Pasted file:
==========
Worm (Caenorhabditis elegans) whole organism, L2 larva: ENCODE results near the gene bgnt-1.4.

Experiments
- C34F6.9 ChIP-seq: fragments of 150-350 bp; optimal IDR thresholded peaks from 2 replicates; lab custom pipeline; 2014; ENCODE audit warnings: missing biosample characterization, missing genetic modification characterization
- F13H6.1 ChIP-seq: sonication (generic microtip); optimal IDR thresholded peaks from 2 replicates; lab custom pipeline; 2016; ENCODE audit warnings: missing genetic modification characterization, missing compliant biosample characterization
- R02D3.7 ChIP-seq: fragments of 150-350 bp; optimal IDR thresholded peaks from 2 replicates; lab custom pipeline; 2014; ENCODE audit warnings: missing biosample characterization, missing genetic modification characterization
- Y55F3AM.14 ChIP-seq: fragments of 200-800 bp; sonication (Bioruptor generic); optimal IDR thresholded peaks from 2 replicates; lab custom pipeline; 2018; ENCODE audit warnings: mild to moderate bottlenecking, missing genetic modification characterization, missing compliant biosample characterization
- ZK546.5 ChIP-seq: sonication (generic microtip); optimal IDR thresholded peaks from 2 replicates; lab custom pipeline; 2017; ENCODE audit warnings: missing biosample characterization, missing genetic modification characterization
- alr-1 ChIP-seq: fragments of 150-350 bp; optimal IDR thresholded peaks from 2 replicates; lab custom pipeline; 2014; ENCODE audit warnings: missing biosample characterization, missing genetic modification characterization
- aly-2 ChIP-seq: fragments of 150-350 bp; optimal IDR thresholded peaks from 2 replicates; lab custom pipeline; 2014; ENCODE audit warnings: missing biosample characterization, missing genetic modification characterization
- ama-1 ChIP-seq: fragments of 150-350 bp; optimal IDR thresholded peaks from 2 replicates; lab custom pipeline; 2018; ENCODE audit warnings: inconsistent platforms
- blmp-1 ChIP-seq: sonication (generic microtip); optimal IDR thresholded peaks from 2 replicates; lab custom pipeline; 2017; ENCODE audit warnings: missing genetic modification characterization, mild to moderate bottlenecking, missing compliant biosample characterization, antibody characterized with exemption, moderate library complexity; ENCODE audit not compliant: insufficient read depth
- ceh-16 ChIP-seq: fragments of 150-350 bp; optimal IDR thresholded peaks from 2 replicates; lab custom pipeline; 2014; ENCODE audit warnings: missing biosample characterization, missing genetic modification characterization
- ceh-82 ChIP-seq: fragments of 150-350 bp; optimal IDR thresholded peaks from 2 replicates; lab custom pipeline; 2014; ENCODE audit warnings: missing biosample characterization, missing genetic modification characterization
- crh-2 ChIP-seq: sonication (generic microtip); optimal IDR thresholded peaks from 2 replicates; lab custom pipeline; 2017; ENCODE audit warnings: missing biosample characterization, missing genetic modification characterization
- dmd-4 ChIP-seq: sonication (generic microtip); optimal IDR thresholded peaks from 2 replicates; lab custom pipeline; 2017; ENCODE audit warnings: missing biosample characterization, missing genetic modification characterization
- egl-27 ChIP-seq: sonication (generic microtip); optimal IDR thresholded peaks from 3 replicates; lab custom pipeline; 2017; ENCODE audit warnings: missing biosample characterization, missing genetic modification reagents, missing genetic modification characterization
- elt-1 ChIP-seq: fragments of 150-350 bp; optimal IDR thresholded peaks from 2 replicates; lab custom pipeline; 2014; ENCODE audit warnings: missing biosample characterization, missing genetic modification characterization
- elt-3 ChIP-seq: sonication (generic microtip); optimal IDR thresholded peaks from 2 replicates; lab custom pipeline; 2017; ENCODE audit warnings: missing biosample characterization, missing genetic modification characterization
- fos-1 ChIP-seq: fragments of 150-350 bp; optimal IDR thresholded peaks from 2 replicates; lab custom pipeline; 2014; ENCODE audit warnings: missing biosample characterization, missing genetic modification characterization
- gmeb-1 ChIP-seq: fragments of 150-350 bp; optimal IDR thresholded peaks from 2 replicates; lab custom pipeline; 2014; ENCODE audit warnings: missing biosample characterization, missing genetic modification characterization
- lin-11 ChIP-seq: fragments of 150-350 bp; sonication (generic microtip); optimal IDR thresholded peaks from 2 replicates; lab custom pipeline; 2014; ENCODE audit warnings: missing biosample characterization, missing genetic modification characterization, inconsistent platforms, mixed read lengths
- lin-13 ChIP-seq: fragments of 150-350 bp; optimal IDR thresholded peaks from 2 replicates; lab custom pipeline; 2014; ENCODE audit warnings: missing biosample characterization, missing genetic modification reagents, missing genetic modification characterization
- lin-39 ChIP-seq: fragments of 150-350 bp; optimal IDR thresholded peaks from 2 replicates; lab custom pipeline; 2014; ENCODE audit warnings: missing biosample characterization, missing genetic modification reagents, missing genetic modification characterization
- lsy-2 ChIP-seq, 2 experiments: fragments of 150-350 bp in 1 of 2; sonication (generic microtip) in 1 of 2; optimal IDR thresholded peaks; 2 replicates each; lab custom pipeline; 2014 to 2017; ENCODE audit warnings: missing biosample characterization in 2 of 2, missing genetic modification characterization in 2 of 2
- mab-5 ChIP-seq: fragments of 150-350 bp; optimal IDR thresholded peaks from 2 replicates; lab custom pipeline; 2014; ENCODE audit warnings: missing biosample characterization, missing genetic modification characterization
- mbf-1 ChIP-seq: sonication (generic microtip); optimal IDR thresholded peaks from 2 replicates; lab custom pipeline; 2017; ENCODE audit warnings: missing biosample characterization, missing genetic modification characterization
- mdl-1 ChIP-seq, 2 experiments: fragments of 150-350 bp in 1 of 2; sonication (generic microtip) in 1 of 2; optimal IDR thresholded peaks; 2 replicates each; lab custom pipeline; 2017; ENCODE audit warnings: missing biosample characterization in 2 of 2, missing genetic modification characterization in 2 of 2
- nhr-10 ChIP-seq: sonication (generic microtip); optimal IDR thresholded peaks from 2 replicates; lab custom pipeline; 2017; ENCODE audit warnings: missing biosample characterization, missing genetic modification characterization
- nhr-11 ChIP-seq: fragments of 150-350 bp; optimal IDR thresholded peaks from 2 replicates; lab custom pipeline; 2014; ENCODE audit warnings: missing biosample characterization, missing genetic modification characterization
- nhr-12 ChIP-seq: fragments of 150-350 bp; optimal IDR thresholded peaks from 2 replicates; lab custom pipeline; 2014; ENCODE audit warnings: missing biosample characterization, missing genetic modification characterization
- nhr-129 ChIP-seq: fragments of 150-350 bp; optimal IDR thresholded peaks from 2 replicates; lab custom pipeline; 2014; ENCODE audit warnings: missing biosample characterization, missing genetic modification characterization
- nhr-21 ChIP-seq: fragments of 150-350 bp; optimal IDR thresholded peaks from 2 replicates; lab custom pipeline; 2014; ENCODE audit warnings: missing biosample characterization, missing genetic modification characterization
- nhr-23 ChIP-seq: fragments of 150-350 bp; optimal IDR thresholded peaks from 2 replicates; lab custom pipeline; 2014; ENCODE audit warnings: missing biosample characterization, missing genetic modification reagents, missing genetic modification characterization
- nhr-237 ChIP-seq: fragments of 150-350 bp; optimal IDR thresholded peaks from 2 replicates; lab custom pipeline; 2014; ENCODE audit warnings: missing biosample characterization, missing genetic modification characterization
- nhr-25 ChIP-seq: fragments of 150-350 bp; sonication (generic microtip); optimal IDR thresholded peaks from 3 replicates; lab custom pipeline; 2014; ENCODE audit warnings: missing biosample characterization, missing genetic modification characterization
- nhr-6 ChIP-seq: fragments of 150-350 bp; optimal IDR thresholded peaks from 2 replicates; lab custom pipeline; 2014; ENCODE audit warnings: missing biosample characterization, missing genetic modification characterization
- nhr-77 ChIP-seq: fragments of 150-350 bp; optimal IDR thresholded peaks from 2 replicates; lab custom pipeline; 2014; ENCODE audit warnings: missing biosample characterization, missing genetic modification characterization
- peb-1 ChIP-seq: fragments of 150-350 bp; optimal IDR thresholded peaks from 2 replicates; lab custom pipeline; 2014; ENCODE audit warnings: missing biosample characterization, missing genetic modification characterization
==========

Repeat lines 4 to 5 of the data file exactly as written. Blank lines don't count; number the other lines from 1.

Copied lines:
- F13H6.1 ChIP-seq: sonication (generic microtip); optimal IDR thresholded peaks from 2 replicates; lab custom pipeline; 2016; ENCODE audit warnings: missing genetic modification characterization, missing compliant biosample characterization
- R02D3.7 ChIP-seq: fragments of 150-350 bp; optimal IDR thresholded peaks from 2 replicates; lab custom pipeline; 2014; ENCODE audit warnings: missing biosample characterization, missing genetic modification characterization